History is full of important figures who are worth remembering for their contributions in the search for knowledge, whether in the scientific, philosophical, literary or other fields. In this article we will talk about one of these figures, specifically, belonging to the 20th century: the German philosopher, literary critic and translator Walter Benjamin.

In this brief biography of Walter Benjamin we will review his life , and some of his most outstanding contributions throughout his career.

A biography of Walter Benjamin

Walter Benjamin, full name Walter Bendix Schönflies Benjamin, was a philosopher and literary critic, as well as translator and essayist, of German origin . He was born on 15 July 1892 in Berlin, Germany, and died on 26 September 1940 in Portbou, Spain, at the age of 48.

The thought of Benjamin, associated with the Frankfurt School, is nourished by different disciplines and orientations, such as German idealism, romanticism, historical materialism and Jewish mysticism. His contributions focused above all on two currents: Western Marxism and aesthetic theory .

Thus Benjamin was a restless philosopher, heavily influenced by Marxism, who drew on different philosophies and currents to develop his own thinking. In addition, he was a great traveller, as he was in different countries learning and training.

Origins and childhood

Walter Benjamin was born in Berlin in 1892 into a wealthy family of Ashkenazi origin (this term refers to Jews settled in Central and Eastern Europe). His family was dedicated to business, and at that time was fully integrated in Germany .

His father was Emil Benjamin, a banker from Paris who had moved to Germany; in Berlin he worked as an antique dealer. His mother was Pauline Schönflies, who told him stories in the evenings (this is how Benjamin remembers it, and he actually draws inspiration from them to develop one of his theories).

Thus, Benjamin reflects on them, focusing on the relationship they establish between tradition and the present time. Later, in 1905, Benjamin enters a boarding school in a rural area, specifically in Thuringia (Germany). Two years later, in 1907, Benjamin returned to school in Berlin.

Studies, life and career

When he turns twenty, Walter Benjamin begins his studies of philosophy at the University of Freiburg (Germany), although after a short time he moves to the University of Berlin to continue there.

It was at the University of Berlin that he became acquainted with Zionism, a Jewish nationalist political movement and ideology. From there, Benjamin develops a “cultural Zionism”, based on the value of the culture of Jewish mysticism . On the other hand, Benjamin, perhaps influenced by his origins, defends Judaism as an essential part of European culture, and values it especially for its spirituality.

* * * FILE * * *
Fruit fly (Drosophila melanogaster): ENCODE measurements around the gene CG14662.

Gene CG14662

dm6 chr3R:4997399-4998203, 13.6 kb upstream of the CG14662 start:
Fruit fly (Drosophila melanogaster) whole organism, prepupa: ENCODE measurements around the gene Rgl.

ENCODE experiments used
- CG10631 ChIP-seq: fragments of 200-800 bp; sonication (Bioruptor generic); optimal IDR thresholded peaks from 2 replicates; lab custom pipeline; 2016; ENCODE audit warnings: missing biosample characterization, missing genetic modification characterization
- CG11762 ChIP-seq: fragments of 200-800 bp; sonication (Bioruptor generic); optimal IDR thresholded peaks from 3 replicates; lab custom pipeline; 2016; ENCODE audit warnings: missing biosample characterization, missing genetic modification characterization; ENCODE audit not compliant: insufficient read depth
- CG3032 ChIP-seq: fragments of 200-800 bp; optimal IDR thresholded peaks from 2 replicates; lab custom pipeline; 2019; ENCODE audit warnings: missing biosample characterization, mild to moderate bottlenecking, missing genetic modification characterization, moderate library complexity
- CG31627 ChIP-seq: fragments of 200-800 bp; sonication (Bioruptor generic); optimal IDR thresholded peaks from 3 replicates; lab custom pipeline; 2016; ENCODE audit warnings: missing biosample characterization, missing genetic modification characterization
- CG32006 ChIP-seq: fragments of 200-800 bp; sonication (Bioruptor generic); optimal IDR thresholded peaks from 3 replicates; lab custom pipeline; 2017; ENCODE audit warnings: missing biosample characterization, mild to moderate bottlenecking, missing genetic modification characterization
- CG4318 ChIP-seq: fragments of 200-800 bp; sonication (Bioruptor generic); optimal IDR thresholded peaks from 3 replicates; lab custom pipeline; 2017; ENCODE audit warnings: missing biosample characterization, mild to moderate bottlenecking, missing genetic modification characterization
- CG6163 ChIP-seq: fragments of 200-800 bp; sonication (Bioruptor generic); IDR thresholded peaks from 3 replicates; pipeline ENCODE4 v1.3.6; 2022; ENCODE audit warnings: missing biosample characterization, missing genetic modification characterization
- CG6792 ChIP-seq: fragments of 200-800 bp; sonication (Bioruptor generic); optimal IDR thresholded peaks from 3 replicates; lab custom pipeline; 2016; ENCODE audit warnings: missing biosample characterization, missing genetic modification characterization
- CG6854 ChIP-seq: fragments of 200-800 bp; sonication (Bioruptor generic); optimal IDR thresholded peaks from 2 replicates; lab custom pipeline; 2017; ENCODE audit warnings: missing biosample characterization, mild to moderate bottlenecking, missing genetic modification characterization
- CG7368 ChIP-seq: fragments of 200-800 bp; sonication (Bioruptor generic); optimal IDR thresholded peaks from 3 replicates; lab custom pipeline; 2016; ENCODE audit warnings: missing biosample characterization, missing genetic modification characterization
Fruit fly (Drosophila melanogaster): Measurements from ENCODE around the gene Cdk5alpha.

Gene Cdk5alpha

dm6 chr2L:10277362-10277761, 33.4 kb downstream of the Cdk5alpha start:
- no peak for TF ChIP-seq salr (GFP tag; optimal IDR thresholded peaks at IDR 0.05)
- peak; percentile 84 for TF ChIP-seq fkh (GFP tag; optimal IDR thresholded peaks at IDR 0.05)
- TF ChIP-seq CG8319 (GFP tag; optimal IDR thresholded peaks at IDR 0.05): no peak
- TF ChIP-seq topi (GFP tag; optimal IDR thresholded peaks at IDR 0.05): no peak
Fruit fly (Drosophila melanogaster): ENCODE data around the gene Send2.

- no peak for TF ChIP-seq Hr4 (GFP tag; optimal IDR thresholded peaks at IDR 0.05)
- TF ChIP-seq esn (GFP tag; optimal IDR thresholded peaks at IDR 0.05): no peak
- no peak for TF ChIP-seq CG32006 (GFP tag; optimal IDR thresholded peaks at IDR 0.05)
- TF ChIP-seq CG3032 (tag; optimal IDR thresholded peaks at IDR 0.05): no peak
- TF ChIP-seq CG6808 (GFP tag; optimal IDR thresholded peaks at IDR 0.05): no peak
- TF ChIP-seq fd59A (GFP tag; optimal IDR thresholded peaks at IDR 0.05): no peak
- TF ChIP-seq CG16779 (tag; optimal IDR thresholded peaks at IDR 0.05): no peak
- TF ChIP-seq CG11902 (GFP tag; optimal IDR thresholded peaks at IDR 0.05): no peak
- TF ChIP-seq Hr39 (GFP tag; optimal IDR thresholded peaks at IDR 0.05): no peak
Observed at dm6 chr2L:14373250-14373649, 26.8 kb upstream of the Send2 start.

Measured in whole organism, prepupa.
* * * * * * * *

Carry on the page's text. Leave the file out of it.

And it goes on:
In addition, Walter Benjamin is also interested in educational issues, and during his university years he joins a group called “Free Students Union”, where he is chosen as president . Thus, he develops for this group some writings that mention the need for a reform, both on the educational and cultural level.

As for his private life, Walter Benjamin married Dora Pollack in 1917. They had a son, Stefan Raphël (1918-1972). At that time, Benjamin was looking for a theme for his thesis, which ended up focusing on the philosophy of Kant and Plato.

Frankfurt School

We saw at the beginning of the article how Walter Benjamin’s thinking was, to a large extent, associated with the Frankfurt School. Thus, Benjamin was a collaborator of that School, although he was never directly “associated” with it.

For its part, the Frankfurt School, in Germany, was made up of a group of researchers and scholars who followed a series of theories and theoretical orientations, such as those of Freud, Marx and Hegel .

Walter Benjamin adopted a Marxist philosophy in his career. Marxist philosophy aimed to study the nature and foundations of Marxism, a theoretical model that explains reality, formed through the thought of Karl Marx, a German philosopher and revolutionary of Jewish origin. Let us remember that Marx’s contributions had repercussions in fields as diverse as economics, law, history and sociology.

Literature: translations and literary reviews

Walter Benjamin, as we have seen, was also a translator and literary critic. His translations include those of two important figures: Marcel Proust and Charles Baudelaire. On the other hand, one of Walter Benjamin’s best-known works was La labor del traductor (this is an essay), which deals precisely with this literary activity in which he was involved: translation.

As for his literary critiques, the critiques of works such as the novel , by Goethe, and some works by Franz Kafka, Karl Kraus, Marcel Proust, stood out, Charles Baudelaire… He also translated into German the work Les Fleurs du Mal , and some parts of the novel by Proust À la recherche du temps perdu .

Death in Spain

In 1940, in the historical context of the occupation of France by the Nazis, Walter Benjamin goes to the United States, crossing Spain . But the Spanish police intercepts him, along with a group of refugees of which he is also a member, because he does not have the documentation (visa) required at that time.

As a result, Benjamin, in a hotel in the Pyrenean border town, ingests a lethal dose of morphine and commits suicide in Portbou (Girona province). He was 48 years old and his death occurred on 26 September 1940.

Bibliographic references:

  • Capella, J.R. (1990). “Notes on the death of Walter Benjamin.” Meanwhile (43): 101.
  • Cano Gaviria, R. (2009). The passenger Walter Benjamin. Montblanc, Spain: Ediciones Igitur.
  • Steiner, U. (2012). Walter Benjamin: An Introduction to His Work and Thought. UCP.